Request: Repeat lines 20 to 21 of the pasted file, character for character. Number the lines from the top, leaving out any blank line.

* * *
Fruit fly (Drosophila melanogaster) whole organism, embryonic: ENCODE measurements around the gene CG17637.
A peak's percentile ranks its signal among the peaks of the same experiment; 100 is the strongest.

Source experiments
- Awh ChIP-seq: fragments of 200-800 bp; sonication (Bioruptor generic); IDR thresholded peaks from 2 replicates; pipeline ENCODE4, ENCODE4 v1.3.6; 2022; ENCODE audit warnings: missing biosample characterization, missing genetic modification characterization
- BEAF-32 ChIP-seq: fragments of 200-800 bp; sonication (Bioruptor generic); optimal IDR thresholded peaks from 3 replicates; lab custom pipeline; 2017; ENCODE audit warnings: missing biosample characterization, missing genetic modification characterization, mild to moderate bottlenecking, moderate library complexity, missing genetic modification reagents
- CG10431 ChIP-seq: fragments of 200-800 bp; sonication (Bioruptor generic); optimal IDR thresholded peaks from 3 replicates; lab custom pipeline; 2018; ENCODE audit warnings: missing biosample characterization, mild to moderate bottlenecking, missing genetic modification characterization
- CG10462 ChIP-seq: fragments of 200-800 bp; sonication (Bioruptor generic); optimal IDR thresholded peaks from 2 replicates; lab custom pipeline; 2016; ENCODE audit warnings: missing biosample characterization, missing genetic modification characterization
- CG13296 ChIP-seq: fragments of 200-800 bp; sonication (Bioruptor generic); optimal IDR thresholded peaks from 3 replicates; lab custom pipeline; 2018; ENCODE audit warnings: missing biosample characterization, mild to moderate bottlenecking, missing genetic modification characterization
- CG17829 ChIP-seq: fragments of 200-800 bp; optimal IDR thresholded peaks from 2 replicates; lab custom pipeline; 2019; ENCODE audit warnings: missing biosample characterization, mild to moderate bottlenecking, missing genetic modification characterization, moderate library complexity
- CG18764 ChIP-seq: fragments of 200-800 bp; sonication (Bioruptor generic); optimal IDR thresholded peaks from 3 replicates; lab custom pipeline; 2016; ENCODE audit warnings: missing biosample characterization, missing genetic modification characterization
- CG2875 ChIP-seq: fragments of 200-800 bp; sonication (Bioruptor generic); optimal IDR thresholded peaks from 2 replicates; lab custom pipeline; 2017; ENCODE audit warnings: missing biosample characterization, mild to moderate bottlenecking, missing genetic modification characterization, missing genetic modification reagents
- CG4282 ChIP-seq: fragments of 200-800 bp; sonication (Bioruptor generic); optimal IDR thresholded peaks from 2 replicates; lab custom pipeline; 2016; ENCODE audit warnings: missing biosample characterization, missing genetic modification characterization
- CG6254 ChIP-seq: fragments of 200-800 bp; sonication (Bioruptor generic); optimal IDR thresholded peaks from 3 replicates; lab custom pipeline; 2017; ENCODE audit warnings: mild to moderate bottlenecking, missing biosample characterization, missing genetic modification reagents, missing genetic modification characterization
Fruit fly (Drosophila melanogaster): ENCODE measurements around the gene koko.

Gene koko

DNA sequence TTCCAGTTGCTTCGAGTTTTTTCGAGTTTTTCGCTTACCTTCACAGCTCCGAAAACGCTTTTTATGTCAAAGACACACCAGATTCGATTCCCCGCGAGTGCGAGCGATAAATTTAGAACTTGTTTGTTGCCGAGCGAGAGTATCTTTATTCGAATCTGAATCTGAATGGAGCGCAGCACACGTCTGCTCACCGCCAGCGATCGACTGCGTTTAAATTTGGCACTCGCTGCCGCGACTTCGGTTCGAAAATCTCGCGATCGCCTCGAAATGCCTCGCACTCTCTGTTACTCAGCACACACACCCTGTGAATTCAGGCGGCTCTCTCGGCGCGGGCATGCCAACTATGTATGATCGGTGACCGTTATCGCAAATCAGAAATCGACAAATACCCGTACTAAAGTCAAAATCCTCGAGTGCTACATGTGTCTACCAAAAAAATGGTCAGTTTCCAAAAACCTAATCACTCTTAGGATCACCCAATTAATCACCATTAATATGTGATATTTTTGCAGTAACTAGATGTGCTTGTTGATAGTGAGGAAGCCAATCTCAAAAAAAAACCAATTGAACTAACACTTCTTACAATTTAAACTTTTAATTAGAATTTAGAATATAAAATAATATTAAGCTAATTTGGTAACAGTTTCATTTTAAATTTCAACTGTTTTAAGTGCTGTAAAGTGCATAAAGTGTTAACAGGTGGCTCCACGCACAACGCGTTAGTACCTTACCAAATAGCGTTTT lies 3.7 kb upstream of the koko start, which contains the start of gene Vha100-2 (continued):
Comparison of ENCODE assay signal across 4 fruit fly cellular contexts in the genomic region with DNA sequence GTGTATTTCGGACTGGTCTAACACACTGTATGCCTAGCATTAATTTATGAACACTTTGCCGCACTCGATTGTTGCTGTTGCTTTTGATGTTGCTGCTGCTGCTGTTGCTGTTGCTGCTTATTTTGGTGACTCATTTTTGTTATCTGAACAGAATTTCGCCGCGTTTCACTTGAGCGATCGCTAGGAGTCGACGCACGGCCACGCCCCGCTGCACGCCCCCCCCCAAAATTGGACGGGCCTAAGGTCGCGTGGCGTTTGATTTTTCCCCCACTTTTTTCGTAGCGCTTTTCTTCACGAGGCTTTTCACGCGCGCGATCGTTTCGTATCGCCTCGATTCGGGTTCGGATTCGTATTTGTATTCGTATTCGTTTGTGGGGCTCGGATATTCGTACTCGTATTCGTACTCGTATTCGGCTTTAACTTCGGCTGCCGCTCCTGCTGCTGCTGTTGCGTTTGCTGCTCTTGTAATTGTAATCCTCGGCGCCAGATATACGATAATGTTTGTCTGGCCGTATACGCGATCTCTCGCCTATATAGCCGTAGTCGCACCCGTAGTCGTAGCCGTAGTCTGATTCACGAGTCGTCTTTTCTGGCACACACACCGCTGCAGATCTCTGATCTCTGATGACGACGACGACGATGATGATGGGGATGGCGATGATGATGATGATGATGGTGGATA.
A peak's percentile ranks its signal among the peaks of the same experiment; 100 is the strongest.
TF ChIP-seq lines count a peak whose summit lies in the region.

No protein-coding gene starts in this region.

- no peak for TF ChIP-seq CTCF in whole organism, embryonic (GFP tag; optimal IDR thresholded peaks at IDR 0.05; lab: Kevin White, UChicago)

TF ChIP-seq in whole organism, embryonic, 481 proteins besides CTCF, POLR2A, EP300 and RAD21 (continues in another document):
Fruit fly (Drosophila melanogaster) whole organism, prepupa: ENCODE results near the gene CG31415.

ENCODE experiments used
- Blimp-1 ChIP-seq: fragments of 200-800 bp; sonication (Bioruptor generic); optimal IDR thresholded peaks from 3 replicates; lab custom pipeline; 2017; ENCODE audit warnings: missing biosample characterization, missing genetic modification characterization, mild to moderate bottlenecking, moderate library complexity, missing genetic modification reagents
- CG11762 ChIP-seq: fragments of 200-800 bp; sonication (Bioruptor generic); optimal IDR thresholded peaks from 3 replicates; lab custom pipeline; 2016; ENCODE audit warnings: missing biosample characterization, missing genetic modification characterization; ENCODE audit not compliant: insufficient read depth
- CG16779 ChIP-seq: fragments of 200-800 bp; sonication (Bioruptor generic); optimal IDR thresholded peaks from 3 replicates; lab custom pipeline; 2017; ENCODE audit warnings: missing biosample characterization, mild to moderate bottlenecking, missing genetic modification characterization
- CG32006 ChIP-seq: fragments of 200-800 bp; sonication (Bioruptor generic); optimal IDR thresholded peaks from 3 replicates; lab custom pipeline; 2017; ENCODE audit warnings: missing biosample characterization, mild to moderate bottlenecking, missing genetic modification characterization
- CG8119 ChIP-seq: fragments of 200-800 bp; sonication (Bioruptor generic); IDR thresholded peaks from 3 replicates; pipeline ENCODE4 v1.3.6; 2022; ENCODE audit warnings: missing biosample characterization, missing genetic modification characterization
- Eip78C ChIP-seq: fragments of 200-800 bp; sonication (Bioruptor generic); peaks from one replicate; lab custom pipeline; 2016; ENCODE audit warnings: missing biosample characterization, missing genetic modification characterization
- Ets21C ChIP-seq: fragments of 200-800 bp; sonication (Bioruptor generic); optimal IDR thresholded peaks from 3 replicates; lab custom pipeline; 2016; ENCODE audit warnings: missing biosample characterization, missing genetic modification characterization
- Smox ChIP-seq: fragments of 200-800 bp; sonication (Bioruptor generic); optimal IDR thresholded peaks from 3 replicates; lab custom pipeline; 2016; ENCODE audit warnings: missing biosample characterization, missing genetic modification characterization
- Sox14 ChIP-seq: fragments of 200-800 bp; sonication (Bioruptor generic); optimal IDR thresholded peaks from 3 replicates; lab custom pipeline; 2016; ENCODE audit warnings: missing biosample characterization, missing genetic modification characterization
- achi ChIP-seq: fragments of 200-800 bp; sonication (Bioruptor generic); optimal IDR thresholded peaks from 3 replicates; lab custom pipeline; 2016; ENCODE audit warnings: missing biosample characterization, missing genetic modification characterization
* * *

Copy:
No protein-coding gene starts in this region.

- no peak for TF ChIP-seq CTCF in whole organism, embryonic (GFP tag; optimal IDR thresholded peaks at IDR 0.05; lab: Kevin White, UChicago)